The last 10 days have made me extremely proud of our CA community. The Colorado Academy we know and love is shining, as our Arts and Athletic programs define resilience. Our students are leading the way with unmatched grit.
I have been impressed by our students, faculty, and families this entire school year. It hasn’t been easy. I know that students and families—particularly those new to CA—feel a sense of disconnection. Every child has faced some level of disappointment and sadness. The typical ups and downs of childhood feel more intense during the pandemic. Behind masks and socially distanced, it’s hard to be the kind of community we know we are.
Musical marks a CA first
The theater team had a CA first, as they took the Upper School musical outdoors because singing indoors is still not recommended. The entire performance was held on the steps of the Schotters Music Center. The cast and crew were simply amazing, as they performed Urinetown, a hilarious musical that confronts the theme of unfairness. We can find a lot that doesn’t seem fair about this pandemic, but that isn’t stopping us. Our students rose up and sang and acted their hearts out. Parents and fellow classmates attended on Stamper Commons for what was truly a historical moment at CA.
All-School Art Festival gets all involved
As the musical demonstrated, life is beginning to return to normal. Another sign—the All-School Art Festival. Again, our faculty held an outdoor event. The day-long festival brought all grades together. Creativity and fun was on display for the entire day. Take a few minutes and watch the video or flip through the pictures. We miss our parents being able to participate in large numbers for these on-campus events, and we are doing all we can to share in the memory making.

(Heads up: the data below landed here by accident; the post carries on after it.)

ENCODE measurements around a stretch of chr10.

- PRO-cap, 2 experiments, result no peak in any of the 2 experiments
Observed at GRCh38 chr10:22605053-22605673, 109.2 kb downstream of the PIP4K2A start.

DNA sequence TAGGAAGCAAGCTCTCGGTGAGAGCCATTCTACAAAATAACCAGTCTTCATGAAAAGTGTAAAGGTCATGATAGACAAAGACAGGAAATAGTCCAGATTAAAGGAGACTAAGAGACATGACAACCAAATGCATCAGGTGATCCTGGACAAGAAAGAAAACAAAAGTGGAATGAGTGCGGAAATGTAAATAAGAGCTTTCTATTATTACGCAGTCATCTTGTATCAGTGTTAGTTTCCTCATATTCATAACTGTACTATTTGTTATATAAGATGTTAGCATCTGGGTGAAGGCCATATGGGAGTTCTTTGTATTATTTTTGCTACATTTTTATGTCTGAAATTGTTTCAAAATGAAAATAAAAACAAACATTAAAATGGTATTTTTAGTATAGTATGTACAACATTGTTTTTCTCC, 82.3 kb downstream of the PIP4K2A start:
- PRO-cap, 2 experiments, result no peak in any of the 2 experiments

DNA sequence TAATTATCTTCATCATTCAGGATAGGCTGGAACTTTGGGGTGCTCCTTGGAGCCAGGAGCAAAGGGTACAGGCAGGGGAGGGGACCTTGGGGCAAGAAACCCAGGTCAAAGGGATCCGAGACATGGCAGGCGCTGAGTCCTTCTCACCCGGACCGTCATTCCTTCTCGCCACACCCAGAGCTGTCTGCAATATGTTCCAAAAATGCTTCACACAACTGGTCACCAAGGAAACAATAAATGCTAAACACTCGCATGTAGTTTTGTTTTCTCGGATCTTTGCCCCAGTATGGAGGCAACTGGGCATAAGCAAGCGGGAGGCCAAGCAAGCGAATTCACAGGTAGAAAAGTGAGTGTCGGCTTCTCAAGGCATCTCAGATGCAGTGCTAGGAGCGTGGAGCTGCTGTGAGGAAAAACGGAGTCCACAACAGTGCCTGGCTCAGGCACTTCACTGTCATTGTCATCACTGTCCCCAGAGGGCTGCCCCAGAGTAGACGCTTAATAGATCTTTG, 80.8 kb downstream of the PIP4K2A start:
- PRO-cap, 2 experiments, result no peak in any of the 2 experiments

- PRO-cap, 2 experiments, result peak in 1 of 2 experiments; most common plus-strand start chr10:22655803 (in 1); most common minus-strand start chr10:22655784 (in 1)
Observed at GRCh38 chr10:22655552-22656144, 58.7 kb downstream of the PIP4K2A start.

Sports bring community together
One place parents can, and do, show up is on the sports sidelines, and this past weekend’s Boys Soccer 3A State Championship was no exception. Our Mustangs won, capping an undefeated season. These student-athletes, along with their peers on the Climbing, Ultimate Frisbee, and Girls Field Hockey teams, have more grit than I have seen in any year watching our teams perform. And I can’t wait to see what’s ahead for Baseball, Boys Lacrosse, Girls Lacrosse, Girls Soccer, Girls Tennis, and Girls Golf.
Paving the way for next year
All of these events help pave the way for what is possible next school year. Our plan—conditions permitting—is to be open and in person. We want to be back in the classroom with the goal of maximizing in-person learning. We know that this is best for children and their academic progress. My hope is that parents can come back to campus to volunteer and to meet one another. I desperately hope we can begin the year with our Back-to-School Picnic, so that three years of new families can finally experience CA as it’s meant to be.
I also hope that our students, faculty, and families will all learn from this extraordinary moment in world history. We have faced adversity and come through. We need to come through this as stronger, more unified, and more committed to our community. I’ve spoken about the need for a “reset.” Much of that will involve your presence on our campus. The other part is remembering our priorities. The pandemic taught us much about what we most value. I know, going forward, that I am not going to sweat the small stuff. If our students can get up on an outdoor stage and sing joyfully in masks in freezing conditions, play their sports at a level where they lead all others in the state, and come together, Kindergartners through Seniors, to play in paint and clay, we can do anything.
Resilience is defined as coming back stronger after a setback; the capacity to recover quickly from difficulties; toughness. The definition of grit is courage and resolve; strength of character. I never doubted CA’s resilience, and it’s so rewarding to see our students’ grit each and every day.